“I like to help encourage youth as they get the 4-H experience,” Ben says. “My favorite experience as a 4-H volunteer is watching the kids grow and change as they develop into adults, and seeing how they learn life skills.”
October: Nicole Schmidt
4-H volunteer for eight years, Nicole is the leader of The Green Explorers 4-H club, and previously led The Zookeepers club for 4-H’ers ages 5-7. She has also helped in 4-H Council’s food booth at the Lancaster County Super Fair.
“I like being a 4-H volunteer because it’s a fun and rewarding opportunity to work with kids and see them get excited about projects they work hard on throughout the year,” Nicole says. “My favorite experience as a 4-H volunteer is meeting with kids in the club at our monthly meetings and learning about a new project for 4-H that the kids and I learn from. Then, seeing the excitement from the kids when they see those projects exhibited and rewarded at the fair.”
November: Steward & Kris Spath
The Spaths have volunteered for Lancaster County 4-H for 12 years in a variety of ways: Both have helped with the Stevens Creek Stars 4-H club, helped with setup for the county fair, provided livestock for judging contest practice, provided sheep for young 4-H’ers to have an animal project, and donated to the Youth Livestock Premium Auction | Kris has been ringman at the county fair 4-H/FFA sheep show, tabulated results for the Livestock Judging Contest, was announcer for this year’s county fair Elite Showmanship Contest and provided transportation for youth to attend livestock judging contests in Kearney | Steward has assisted with moving livestock animals to the arena for the Livestock Judging Contest.
“We like to provide an educational opportunity for young people who are not around animals on a daily basis,” say the Spaths. “It is important for youth to understand where their food comes from. Our favorite experience as a 4-H volunteer is watching youth get excited about doing well with their projects at the county fair.”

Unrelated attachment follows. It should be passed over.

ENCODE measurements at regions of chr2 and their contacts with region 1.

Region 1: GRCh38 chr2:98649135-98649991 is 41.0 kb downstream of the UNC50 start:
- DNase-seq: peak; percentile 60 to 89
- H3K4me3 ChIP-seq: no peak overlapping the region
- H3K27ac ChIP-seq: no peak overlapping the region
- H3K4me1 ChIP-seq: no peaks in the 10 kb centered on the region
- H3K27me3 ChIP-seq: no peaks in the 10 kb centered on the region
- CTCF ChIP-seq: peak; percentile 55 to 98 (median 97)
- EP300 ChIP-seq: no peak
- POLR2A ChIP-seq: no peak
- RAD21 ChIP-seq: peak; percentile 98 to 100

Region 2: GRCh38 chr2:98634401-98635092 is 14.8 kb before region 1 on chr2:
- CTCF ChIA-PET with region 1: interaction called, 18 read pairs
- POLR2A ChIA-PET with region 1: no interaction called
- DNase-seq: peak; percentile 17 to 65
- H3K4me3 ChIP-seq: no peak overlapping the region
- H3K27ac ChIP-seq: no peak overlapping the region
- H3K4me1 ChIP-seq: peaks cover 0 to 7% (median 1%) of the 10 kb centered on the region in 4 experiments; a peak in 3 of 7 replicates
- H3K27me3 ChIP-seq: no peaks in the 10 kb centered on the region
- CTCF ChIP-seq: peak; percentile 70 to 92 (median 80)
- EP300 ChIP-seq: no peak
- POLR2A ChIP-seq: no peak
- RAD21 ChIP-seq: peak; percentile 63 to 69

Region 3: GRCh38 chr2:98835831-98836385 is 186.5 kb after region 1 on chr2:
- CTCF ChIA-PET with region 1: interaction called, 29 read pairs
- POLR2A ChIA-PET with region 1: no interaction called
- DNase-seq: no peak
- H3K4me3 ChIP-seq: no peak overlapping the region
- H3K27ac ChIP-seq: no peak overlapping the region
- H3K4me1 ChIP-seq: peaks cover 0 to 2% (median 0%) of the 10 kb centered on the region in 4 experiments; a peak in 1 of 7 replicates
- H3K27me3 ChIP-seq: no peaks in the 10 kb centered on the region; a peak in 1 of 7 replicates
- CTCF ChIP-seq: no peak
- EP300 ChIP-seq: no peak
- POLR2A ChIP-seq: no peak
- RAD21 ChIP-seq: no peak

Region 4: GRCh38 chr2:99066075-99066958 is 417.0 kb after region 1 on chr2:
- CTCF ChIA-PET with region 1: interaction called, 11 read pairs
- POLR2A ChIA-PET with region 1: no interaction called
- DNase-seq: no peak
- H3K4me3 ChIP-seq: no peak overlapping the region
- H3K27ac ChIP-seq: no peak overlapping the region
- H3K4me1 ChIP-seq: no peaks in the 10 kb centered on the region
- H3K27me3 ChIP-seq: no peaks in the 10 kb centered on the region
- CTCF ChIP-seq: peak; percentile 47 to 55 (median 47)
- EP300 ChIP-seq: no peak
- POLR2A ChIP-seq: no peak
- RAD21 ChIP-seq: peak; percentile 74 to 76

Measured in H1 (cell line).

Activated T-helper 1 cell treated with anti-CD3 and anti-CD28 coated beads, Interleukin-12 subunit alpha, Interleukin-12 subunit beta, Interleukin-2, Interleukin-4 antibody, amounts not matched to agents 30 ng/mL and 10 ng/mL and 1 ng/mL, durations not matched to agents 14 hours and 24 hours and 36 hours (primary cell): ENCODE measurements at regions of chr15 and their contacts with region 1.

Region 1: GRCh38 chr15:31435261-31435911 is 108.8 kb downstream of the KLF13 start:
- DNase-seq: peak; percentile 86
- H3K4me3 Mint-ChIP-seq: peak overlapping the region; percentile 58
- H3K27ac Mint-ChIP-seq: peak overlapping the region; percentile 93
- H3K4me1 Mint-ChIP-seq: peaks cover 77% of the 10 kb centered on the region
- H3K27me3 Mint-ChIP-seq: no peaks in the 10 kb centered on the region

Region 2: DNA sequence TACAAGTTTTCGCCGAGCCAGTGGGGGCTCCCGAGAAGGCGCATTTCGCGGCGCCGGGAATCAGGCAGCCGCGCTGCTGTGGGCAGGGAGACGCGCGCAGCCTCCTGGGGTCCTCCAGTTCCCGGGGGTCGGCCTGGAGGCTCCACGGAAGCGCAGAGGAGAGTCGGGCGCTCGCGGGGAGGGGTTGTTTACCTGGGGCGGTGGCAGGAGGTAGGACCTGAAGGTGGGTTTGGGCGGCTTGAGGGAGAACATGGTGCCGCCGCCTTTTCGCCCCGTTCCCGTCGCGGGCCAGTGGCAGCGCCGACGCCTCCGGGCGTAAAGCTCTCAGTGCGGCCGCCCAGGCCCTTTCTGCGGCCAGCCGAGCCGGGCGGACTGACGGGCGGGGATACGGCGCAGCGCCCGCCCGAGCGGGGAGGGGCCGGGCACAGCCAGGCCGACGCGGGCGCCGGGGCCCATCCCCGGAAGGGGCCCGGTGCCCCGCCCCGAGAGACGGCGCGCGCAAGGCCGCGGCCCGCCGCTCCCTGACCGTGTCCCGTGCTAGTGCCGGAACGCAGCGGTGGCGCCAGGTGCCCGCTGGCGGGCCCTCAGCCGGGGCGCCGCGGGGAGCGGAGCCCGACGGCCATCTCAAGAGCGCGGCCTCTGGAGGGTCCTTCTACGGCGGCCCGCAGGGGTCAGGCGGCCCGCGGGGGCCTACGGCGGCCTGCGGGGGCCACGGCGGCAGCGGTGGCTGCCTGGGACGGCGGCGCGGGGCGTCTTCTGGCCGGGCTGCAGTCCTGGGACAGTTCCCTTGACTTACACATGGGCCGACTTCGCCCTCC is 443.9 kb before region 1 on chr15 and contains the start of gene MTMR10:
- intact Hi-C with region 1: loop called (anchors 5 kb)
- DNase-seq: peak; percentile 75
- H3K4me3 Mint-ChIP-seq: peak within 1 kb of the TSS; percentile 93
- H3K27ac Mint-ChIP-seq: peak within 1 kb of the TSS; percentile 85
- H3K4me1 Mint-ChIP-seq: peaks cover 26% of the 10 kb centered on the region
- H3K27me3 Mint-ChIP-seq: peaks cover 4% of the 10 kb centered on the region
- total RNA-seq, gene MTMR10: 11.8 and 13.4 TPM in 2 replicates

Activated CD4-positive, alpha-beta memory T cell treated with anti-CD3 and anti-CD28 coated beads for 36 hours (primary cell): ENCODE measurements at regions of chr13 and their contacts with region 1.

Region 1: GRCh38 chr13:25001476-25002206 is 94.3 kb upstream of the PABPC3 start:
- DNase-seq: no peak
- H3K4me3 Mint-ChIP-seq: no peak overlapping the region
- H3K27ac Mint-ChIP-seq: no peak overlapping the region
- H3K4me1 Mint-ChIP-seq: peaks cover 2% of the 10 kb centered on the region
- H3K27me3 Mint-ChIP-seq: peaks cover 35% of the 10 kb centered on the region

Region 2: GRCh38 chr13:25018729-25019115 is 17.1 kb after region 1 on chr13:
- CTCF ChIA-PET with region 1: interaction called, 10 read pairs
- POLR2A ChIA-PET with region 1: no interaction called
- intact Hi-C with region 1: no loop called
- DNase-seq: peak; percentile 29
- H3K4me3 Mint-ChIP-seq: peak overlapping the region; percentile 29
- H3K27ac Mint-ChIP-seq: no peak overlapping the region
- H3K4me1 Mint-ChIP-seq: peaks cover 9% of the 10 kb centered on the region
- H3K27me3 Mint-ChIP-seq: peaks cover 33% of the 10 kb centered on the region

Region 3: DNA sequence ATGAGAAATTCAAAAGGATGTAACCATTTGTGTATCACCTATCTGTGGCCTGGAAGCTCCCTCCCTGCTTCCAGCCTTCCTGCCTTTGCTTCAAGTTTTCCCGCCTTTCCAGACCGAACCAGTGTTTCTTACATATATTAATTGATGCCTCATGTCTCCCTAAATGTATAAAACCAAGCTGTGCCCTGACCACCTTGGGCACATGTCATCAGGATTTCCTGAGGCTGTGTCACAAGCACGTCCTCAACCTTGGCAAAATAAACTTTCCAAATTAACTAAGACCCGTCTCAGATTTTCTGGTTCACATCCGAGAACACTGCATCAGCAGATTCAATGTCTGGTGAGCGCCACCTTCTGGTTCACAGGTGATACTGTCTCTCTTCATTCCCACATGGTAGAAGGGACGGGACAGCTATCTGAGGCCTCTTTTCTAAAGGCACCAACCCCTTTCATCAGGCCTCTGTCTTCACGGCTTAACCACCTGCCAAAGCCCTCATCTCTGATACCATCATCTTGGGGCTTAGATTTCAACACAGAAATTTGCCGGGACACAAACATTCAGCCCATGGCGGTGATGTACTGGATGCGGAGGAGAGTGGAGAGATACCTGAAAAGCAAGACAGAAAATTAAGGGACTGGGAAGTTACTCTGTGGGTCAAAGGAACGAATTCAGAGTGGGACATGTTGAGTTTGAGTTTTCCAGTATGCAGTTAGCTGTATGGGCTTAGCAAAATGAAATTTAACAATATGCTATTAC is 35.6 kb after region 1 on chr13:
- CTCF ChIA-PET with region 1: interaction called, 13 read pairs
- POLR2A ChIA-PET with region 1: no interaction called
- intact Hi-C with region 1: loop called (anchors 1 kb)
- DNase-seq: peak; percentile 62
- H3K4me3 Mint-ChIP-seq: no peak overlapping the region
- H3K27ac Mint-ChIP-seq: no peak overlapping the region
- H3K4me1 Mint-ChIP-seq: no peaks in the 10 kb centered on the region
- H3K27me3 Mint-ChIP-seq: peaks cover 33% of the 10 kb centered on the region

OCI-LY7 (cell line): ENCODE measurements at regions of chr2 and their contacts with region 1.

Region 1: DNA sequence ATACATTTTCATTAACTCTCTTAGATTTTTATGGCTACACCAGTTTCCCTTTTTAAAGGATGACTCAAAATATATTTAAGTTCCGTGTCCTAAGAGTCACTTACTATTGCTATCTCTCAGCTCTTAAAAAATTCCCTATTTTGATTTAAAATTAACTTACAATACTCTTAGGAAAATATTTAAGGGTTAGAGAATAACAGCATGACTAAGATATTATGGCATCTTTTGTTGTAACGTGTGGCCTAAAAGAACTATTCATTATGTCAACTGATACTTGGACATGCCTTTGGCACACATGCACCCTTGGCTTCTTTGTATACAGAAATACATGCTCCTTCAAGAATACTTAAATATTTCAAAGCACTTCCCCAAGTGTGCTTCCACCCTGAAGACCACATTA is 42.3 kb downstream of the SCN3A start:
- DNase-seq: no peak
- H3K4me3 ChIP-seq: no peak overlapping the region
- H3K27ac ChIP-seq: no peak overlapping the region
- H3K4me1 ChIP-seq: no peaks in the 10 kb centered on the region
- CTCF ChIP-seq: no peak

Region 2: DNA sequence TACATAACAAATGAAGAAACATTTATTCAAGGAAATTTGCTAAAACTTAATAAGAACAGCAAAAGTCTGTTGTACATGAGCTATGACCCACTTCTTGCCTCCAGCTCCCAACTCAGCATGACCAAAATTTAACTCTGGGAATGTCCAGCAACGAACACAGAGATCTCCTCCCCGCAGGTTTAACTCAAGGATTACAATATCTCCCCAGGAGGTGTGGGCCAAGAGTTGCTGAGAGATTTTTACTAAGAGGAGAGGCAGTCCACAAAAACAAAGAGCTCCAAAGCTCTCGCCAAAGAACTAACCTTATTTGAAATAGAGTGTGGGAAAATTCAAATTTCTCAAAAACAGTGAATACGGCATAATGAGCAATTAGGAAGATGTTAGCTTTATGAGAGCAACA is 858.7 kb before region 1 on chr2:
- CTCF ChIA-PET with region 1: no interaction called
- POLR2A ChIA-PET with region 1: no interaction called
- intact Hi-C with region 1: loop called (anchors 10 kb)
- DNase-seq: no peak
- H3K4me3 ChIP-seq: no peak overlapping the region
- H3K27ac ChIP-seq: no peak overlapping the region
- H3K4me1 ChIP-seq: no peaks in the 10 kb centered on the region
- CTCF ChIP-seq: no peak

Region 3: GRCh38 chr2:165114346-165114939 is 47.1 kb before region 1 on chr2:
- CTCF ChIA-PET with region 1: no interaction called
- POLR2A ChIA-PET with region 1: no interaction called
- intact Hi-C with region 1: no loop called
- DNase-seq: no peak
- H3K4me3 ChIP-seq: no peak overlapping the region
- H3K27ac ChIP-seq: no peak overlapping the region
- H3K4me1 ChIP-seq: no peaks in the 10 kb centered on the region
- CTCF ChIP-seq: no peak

December: Maralee Sobotka
Leader of the Salt Valley 4-H horse club, Maralee has volunteered for eight years. Prior to being a leader, she helped with the EquiRiders club. At the Lancaster County Super Fair, Maralee and the Salt Valley club are superintendents of the 4-H Western Horse Show-2 and have helped at the 4-H food booth. Maralee is also a member of the Horse Volunteers in Program Service (VIPS) Committee. She also helped with fundraising for the Lancaster County judging team to attend the 4-H & FFA Western Nationals in Denver last January.
Maralee says, “There have been so many great experiences as a volunteer. The faces on the kids when we won the state horse judging competition and got to participate at nationals was amazing, but so was the experience of sportsmanship one member showed when winning a competition and realizing she broke pattern and giving up her trophy. Watching the kids grow reflecting the values of 4-H is so rewarding.”